ISLAMABAD/WASHINGTON (Reuters) – Pakistan warned the United States it risked losing an ally if it kept accusing Islamabad of playing a double game in the war against militancy, escalating the crisis in relations between the two countries.
Foreign Minister Hina Rabbani Khar was responding to comments by Chairman of the US Joint Chiefs of Staff Admiral Mike Mullen, who said Pakistan’s top spy agency supported attacks on the US Embassy and other targets by the Haqqani network, the most violent and effective faction among Islamist Taliban militants in Afghanistan.
It is the most serious allegation levelled by the United States against nuclear-armed, Muslim-majority Pakistan since they began an alliance in the “war on terrorism” a decade ago.
“You will lose an ally,” Khar told Geo TV in New York in remarks broadcast yesterday. “You cannot afford to alienate Pakistan; you cannot afford to alienate the Pakistani people.”
The White House yesterday reiterated its call for Pakistan to cut its ties to the Haqqani network and shut down safe havens on the Afghanistan-Pakistan border.
“It is critical that the government of Pakistan break any links they have, and take strong and immediate action against this network so that they are no longer a threat to the United States or to the people of Pakistan, because this network is a threat to both,” White House spokesman Jay Carney said.Mullen, speaking in the Senate on Thursday, alleged Haqqani operatives launched the bold attack last week on the Kabul embassy with the support of Pakistan’s military intelligence.
The charges came amid mounting exasperation in Washington as the Obama administration struggles to curb militancy in Pakistan and end the long war in Afghanistan.
Pakistan’s chief of army staff, General Ashfaq Parvez Kayani, rejected Mullen’s comments as “very unfortunate and not based on facts.”
“Singling out Pakistan is neither fair nor productive,” he said, according to a military statement released yesterday.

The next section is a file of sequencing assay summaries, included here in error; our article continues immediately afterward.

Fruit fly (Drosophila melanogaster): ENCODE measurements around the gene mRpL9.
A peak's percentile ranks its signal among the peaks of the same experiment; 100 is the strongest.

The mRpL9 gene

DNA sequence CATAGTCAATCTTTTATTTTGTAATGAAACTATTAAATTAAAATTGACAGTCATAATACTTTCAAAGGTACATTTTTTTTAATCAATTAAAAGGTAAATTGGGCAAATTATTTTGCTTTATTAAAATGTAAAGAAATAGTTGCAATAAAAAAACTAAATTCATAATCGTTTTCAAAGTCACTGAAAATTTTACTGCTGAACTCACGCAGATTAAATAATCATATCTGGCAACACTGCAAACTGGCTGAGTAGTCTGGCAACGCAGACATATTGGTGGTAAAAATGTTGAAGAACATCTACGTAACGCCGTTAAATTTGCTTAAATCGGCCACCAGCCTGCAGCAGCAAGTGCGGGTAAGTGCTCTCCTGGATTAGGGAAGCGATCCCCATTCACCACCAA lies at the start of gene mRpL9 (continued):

The tensions could have repercussions across Asia, from India, Pakistan’s economically booming archrival, to China, which has edged closer to Pakistan in recent years.
A complete break between the United States and Pakistan — sometimes friends, often adversaries — seems unlikely, if only because Washington depends on Pakistan for supply routes to US troops fighting militants in Afghanistan, and as a base for unmanned US drones.
Pakistan relies on Washington for military and economic aid and for acting as a backer on the world stage.
“The message for America is: ‘They can’t live with us, they can’t live without us,” said Prime Minister Yusuf Raza Gilani.
But support in the US Congress for curbing assistance or making conditions on aid more stringent is rising rapidly.
A Senate committee voted this week to make conditioning of US assistance to Pakistan more rigorous and conditioned on its cooperation in fighting militants such as the Haqqani network.
“We are going to have to have an agonizing reappraisal of our relationship, and obviously amounts of aid and conditions on aid are going to be part of it,” said John McCain, a senior Republican senator and 2008 Republican presidential candidate.